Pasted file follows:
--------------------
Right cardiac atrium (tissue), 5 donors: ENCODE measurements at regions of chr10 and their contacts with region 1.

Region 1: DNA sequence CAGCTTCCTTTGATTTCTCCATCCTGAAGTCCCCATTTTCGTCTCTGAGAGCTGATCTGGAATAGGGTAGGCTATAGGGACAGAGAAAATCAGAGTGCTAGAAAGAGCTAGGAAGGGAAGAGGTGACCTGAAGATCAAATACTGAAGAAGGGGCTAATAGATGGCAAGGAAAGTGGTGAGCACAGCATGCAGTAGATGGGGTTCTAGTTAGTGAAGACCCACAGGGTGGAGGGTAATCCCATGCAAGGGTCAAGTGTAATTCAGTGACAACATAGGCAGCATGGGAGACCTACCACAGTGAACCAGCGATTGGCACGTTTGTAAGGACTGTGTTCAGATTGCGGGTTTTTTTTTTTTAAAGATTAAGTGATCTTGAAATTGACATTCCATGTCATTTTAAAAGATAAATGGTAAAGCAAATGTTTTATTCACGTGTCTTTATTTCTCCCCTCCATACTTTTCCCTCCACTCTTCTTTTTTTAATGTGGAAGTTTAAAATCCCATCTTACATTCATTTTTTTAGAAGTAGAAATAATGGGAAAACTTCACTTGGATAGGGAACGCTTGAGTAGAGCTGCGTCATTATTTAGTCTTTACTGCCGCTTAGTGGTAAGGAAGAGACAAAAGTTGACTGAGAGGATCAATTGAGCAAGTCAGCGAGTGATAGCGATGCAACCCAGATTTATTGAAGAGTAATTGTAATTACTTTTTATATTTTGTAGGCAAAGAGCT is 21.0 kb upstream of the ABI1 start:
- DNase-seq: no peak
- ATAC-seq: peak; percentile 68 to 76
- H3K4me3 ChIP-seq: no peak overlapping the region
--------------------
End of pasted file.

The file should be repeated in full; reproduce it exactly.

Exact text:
Right cardiac atrium (tissue), 5 donors: ENCODE measurements at regions of chr10 and their contacts with region 1.

Region 1: DNA sequence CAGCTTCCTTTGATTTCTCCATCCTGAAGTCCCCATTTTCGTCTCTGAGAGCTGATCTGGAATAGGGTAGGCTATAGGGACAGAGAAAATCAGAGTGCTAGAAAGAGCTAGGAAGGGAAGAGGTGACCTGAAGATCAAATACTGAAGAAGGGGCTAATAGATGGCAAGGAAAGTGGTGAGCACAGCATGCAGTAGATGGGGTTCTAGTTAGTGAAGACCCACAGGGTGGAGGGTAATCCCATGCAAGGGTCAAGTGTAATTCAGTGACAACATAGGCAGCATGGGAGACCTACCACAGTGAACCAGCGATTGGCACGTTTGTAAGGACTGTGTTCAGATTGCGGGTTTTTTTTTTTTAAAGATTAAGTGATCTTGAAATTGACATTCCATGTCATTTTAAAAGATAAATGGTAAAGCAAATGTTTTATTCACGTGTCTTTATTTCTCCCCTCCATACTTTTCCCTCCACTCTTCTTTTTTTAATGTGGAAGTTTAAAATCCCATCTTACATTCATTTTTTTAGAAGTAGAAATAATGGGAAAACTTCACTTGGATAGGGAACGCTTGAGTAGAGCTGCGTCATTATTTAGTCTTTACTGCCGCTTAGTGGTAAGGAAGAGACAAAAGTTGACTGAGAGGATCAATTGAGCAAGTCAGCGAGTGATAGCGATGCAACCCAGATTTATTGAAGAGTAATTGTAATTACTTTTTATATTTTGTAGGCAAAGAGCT is 21.0 kb upstream of the ABI1 start:
- DNase-seq: no peak
- ATAC-seq: peak; percentile 68 to 76
- H3K4me3 ChIP-seq: no peak overlapping the region